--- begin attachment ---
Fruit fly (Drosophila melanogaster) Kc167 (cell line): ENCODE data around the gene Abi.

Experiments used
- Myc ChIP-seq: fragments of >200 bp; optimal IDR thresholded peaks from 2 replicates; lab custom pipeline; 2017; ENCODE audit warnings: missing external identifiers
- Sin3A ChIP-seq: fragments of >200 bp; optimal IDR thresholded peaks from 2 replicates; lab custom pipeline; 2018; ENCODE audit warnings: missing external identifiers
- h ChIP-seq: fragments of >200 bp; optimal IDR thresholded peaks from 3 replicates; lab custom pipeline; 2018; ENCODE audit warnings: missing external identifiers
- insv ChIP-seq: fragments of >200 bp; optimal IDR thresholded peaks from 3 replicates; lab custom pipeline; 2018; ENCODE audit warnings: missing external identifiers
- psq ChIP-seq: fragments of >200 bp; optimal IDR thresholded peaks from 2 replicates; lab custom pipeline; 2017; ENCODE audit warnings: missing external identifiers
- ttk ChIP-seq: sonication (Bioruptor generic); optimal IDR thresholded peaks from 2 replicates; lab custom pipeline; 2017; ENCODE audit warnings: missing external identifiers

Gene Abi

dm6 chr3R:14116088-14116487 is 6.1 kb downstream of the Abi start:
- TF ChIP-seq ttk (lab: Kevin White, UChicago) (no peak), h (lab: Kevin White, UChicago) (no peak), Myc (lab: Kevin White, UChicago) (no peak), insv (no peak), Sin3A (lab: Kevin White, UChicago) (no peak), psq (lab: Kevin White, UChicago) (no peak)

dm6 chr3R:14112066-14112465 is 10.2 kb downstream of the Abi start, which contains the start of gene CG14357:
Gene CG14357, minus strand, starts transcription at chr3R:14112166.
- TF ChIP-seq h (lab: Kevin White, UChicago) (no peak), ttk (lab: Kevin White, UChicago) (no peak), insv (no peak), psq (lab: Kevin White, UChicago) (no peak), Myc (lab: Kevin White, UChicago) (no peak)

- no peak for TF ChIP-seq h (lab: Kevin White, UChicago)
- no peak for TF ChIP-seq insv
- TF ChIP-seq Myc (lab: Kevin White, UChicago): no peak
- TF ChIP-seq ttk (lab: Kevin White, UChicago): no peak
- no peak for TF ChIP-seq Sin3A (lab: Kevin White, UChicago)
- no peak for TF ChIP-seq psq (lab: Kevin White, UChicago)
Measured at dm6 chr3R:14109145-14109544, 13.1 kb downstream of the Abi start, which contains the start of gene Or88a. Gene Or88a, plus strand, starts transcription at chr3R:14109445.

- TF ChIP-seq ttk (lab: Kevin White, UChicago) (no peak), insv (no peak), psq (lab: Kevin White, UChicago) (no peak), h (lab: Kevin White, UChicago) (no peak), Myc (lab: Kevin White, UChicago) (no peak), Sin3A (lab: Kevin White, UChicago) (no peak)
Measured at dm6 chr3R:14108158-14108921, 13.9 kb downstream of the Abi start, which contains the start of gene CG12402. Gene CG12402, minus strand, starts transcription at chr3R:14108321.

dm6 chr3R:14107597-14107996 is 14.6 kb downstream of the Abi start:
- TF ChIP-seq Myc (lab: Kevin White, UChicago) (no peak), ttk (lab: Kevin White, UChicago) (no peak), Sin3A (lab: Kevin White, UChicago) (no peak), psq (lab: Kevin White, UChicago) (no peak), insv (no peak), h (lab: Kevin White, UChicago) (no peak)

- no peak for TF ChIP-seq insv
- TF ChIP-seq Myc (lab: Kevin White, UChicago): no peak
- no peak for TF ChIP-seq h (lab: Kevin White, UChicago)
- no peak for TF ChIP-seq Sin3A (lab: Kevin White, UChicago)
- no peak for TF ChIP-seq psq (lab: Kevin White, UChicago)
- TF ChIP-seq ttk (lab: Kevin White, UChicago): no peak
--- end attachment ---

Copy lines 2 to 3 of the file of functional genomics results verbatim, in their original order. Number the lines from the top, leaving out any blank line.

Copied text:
Experiments used
- Myc ChIP-seq: fragments of >200 bp; optimal IDR thresholded peaks from 2 replicates; lab custom pipeline; 2017; ENCODE audit warnings: missing external identifiers